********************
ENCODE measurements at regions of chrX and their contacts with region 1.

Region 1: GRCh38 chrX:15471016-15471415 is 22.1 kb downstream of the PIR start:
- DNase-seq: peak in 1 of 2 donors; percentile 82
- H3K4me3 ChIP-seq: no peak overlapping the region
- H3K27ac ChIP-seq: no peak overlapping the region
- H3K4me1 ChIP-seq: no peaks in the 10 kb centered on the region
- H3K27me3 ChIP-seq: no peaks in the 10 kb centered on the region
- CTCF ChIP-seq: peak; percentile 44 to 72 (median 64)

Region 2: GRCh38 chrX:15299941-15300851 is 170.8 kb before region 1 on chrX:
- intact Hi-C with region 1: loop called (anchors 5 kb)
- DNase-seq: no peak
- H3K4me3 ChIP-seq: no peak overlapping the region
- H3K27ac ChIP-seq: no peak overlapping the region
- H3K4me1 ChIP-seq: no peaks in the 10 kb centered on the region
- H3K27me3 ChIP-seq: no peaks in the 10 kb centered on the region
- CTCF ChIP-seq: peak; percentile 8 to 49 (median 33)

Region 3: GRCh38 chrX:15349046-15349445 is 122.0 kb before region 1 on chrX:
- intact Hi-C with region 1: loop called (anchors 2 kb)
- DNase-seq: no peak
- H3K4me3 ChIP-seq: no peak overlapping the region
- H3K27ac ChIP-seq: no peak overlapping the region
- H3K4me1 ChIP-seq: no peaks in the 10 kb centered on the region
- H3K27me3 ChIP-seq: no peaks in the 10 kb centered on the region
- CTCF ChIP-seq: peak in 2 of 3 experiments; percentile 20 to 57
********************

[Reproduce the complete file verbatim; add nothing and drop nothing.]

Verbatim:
ENCODE measurements at regions of chrX and their contacts with region 1.

Region 1: GRCh38 chrX:15471016-15471415 is 22.1 kb downstream of the PIR start:
- DNase-seq: peak in 1 of 2 donors; percentile 82
- H3K4me3 ChIP-seq: no peak overlapping the region
- H3K27ac ChIP-seq: no peak overlapping the region
- H3K4me1 ChIP-seq: no peaks in the 10 kb centered on the region
- H3K27me3 ChIP-seq: no peaks in the 10 kb centered on the region
- CTCF ChIP-seq: peak; percentile 44 to 72 (median 64)

Region 2: GRCh38 chrX:15299941-15300851 is 170.8 kb before region 1 on chrX:
- intact Hi-C with region 1: loop called (anchors 5 kb)
- DNase-seq: no peak
- H3K4me3 ChIP-seq: no peak overlapping the region
- H3K27ac ChIP-seq: no peak overlapping the region
- H3K4me1 ChIP-seq: no peaks in the 10 kb centered on the region
- H3K27me3 ChIP-seq: no peaks in the 10 kb centered on the region
- CTCF ChIP-seq: peak; percentile 8 to 49 (median 33)

Region 3: GRCh38 chrX:15349046-15349445 is 122.0 kb before region 1 on chrX:
- intact Hi-C with region 1: loop called (anchors 2 kb)
- DNase-seq: no peak
- H3K4me3 ChIP-seq: no peak overlapping the region
- H3K27ac ChIP-seq: no peak overlapping the region
- H3K4me1 ChIP-seq: no peaks in the 10 kb centered on the region
- H3K27me3 ChIP-seq: no peaks in the 10 kb centered on the region
- CTCF ChIP-seq: peak in 2 of 3 experiments; percentile 20 to 57